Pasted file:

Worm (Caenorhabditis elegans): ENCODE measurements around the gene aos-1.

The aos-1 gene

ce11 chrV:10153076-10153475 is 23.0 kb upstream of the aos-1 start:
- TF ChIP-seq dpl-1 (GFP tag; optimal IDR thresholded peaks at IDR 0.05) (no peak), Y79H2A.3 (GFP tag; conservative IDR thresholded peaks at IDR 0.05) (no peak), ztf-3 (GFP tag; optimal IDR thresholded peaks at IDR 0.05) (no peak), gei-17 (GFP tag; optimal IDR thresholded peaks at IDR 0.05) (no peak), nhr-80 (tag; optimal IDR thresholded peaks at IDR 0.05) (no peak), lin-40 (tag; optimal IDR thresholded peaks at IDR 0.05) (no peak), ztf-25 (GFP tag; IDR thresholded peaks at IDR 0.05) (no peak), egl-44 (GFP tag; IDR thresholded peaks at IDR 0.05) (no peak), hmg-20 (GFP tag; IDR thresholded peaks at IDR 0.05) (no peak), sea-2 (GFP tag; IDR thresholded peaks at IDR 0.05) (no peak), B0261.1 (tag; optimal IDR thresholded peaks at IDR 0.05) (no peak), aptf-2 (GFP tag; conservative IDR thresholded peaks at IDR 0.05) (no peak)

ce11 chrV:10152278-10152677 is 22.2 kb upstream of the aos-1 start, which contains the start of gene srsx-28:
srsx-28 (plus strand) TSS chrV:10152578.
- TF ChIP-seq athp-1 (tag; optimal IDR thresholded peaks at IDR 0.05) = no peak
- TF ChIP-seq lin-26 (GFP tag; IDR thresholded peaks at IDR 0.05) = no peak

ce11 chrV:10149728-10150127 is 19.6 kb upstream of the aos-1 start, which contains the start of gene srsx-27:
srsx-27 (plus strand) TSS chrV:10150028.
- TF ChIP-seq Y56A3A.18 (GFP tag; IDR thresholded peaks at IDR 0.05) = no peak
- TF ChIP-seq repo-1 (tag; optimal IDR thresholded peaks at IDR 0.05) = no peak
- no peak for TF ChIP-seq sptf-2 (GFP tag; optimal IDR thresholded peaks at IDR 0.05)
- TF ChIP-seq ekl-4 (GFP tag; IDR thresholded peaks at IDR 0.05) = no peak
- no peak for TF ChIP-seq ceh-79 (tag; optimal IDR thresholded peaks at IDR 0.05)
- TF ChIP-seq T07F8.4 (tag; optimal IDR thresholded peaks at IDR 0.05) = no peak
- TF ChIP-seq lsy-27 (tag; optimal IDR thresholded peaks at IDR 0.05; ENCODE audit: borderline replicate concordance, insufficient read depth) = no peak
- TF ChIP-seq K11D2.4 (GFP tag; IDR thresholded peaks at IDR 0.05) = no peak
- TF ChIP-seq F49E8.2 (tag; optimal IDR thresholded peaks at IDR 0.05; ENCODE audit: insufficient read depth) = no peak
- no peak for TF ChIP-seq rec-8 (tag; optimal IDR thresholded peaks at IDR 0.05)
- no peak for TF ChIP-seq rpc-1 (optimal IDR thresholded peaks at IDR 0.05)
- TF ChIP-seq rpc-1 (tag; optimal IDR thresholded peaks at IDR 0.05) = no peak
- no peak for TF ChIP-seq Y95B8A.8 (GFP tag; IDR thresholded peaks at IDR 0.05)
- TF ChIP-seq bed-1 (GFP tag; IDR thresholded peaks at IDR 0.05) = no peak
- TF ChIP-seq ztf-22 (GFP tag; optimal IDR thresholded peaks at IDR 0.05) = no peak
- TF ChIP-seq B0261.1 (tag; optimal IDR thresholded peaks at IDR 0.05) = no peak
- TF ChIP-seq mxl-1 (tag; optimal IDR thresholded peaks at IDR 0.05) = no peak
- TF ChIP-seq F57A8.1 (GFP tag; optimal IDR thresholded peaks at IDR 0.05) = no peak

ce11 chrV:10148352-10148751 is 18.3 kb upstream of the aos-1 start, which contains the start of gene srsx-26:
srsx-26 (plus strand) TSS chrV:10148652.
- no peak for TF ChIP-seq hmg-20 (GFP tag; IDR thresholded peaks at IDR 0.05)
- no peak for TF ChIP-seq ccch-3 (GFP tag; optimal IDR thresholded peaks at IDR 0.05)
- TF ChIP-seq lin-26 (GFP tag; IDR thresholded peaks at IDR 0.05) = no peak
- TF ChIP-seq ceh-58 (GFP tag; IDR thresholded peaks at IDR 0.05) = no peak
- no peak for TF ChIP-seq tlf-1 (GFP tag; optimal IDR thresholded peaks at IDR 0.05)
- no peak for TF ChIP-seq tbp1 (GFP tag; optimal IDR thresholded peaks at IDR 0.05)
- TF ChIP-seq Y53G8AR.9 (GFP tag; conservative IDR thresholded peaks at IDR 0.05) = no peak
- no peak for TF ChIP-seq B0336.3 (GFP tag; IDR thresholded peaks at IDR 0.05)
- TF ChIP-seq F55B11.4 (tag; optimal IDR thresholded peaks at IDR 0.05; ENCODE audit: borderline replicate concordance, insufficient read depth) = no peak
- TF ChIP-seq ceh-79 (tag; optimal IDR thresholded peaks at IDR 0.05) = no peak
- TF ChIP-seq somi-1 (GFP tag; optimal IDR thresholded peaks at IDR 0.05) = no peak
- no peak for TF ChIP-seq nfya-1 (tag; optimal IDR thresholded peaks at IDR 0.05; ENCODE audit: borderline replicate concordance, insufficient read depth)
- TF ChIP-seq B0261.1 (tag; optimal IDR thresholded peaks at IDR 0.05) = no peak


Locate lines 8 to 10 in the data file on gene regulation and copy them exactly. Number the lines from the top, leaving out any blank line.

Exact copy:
- TF ChIP-seq lin-26 (GFP tag; IDR thresholded peaks at IDR 0.05) = no peak

ce11 chrV:10149728-10150127 is 19.6 kb upstream of the aos-1 start, which contains the start of gene srsx-27:
srsx-27 (plus strand) TSS chrV:10150028.